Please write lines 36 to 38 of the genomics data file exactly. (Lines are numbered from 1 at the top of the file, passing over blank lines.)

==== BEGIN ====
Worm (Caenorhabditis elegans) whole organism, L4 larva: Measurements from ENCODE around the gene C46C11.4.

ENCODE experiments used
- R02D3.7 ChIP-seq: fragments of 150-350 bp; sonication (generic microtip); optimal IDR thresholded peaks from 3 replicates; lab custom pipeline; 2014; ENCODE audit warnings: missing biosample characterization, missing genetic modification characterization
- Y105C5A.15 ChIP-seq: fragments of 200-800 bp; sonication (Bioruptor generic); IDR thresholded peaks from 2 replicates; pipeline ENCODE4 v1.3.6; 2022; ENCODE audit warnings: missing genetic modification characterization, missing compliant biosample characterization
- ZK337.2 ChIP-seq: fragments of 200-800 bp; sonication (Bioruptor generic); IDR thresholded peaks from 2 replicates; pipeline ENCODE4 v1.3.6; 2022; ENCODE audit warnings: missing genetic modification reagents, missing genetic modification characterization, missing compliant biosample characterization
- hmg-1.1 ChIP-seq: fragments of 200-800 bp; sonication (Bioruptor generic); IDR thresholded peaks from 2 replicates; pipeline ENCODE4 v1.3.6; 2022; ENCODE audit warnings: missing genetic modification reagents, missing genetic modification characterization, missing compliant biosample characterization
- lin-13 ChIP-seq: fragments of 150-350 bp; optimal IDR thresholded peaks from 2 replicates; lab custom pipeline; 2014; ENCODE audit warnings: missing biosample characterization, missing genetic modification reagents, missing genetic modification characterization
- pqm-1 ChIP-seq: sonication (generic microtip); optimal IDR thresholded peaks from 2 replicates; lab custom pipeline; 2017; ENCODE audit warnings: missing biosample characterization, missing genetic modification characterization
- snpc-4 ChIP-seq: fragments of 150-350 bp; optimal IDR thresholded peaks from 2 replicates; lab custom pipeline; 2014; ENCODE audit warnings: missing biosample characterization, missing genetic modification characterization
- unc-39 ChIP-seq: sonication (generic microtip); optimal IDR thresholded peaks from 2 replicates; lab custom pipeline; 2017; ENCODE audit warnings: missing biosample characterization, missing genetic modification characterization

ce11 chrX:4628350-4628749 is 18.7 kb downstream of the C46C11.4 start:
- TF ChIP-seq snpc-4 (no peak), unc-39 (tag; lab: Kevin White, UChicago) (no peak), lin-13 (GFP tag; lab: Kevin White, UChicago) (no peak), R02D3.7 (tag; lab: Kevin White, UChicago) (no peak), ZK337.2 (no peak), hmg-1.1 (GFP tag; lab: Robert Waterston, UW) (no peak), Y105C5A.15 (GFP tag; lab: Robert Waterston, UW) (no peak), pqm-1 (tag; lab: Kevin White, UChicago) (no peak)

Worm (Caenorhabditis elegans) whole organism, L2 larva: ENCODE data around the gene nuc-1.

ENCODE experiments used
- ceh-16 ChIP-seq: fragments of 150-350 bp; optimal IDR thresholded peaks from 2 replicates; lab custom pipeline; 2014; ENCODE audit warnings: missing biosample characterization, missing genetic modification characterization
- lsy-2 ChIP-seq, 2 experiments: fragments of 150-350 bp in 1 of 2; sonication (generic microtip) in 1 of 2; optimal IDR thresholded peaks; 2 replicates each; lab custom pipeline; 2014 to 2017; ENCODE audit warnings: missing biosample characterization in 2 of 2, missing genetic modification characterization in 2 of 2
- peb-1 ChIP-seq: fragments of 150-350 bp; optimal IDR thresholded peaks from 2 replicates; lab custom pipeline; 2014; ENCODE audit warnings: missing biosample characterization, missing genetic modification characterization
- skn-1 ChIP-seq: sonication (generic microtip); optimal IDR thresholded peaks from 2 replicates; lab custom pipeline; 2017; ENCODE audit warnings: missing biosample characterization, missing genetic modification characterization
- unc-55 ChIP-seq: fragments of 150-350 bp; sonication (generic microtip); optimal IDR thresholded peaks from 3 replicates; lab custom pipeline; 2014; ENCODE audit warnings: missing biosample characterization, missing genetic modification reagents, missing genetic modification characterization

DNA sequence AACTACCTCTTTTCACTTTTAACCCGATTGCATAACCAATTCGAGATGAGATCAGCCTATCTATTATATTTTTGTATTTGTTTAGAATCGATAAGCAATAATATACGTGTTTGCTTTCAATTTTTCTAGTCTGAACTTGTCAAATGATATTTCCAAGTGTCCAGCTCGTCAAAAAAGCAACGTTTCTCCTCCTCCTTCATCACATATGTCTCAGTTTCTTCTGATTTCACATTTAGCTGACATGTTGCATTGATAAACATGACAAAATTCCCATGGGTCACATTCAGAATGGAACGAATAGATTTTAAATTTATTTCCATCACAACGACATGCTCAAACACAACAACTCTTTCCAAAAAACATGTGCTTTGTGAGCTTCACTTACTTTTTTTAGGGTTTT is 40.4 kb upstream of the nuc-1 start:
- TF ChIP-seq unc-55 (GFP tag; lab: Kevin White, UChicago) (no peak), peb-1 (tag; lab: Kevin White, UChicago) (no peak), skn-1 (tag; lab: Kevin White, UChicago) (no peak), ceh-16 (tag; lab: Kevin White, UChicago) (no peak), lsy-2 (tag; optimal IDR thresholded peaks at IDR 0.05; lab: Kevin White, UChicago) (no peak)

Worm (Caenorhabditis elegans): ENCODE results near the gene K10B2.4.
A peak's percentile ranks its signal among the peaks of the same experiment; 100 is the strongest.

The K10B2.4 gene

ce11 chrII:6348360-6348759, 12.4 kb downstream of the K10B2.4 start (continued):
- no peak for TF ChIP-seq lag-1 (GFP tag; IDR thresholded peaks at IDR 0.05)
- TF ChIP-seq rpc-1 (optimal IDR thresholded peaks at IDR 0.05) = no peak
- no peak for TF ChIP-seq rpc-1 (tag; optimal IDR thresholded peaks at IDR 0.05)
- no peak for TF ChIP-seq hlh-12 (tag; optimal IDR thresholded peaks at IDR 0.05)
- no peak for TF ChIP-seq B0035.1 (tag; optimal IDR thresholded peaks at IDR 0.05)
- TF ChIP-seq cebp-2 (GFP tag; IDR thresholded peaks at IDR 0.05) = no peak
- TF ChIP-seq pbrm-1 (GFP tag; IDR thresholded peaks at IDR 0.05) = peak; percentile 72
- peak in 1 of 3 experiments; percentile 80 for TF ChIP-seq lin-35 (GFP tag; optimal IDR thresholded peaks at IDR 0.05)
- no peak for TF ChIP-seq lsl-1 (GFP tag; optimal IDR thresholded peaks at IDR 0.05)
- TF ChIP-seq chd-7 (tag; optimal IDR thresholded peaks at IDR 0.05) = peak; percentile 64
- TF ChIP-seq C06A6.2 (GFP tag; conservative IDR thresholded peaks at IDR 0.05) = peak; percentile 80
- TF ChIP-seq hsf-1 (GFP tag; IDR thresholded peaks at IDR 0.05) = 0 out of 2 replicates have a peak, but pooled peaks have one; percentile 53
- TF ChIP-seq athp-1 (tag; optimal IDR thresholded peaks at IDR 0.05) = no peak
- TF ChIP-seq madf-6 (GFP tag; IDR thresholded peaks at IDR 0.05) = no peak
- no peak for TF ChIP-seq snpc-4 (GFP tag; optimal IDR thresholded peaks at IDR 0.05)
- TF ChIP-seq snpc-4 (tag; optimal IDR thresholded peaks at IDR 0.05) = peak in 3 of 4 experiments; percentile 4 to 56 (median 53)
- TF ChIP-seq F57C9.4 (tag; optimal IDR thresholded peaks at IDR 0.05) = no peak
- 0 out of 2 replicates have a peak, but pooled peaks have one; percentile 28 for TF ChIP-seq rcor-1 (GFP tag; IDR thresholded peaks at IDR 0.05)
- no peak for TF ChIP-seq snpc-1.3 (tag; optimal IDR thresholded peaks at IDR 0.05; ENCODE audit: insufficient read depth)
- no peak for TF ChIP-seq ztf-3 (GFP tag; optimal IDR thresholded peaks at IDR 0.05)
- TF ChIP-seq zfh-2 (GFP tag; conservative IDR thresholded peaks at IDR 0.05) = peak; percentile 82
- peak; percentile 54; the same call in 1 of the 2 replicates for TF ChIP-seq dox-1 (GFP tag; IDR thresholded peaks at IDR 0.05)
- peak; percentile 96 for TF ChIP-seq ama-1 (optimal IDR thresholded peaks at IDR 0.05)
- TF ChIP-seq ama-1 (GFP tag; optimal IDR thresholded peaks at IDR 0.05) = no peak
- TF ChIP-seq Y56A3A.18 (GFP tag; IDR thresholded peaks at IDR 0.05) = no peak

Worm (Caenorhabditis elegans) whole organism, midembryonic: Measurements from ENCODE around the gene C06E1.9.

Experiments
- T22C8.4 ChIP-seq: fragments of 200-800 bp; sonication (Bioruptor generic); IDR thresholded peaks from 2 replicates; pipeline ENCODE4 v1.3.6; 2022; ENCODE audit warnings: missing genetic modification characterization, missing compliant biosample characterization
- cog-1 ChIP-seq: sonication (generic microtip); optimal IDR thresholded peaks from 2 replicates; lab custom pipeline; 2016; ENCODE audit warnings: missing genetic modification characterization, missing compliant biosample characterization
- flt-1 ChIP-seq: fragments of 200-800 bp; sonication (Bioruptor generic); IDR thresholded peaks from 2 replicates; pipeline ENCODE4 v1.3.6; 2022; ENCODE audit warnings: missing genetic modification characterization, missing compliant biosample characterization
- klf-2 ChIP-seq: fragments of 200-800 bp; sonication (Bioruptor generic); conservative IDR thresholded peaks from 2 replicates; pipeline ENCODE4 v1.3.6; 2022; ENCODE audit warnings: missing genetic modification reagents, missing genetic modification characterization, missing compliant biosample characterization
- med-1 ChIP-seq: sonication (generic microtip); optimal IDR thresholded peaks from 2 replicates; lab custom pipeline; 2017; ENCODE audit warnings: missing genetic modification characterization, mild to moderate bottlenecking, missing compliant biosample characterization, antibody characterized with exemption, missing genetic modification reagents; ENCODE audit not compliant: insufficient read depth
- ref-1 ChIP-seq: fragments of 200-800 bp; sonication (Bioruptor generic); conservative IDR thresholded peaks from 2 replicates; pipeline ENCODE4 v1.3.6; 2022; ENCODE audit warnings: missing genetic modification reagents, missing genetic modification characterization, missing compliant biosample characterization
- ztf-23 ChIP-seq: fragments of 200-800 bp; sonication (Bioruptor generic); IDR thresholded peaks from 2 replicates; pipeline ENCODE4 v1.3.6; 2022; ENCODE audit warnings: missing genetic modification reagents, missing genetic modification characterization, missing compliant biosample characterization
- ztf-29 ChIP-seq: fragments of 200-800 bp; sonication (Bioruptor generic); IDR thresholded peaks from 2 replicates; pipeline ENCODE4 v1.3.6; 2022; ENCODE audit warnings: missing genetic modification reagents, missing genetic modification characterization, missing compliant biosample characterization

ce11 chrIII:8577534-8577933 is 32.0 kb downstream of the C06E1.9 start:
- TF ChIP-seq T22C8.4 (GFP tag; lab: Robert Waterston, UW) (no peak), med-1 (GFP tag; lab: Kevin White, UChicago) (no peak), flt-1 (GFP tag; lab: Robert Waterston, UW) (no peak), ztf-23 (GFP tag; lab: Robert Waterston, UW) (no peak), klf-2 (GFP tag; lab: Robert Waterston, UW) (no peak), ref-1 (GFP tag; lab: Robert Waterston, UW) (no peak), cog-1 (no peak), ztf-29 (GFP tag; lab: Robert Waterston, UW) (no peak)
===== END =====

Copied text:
- TF ChIP-seq C06A6.2 (GFP tag; conservative IDR thresholded peaks at IDR 0.05) = peak; percentile 80
- TF ChIP-seq hsf-1 (GFP tag; IDR thresholded peaks at IDR 0.05) = 0 out of 2 replicates have a peak, but pooled peaks have one; percentile 53
- TF ChIP-seq athp-1 (tag; optimal IDR thresholded peaks at IDR 0.05) = no peak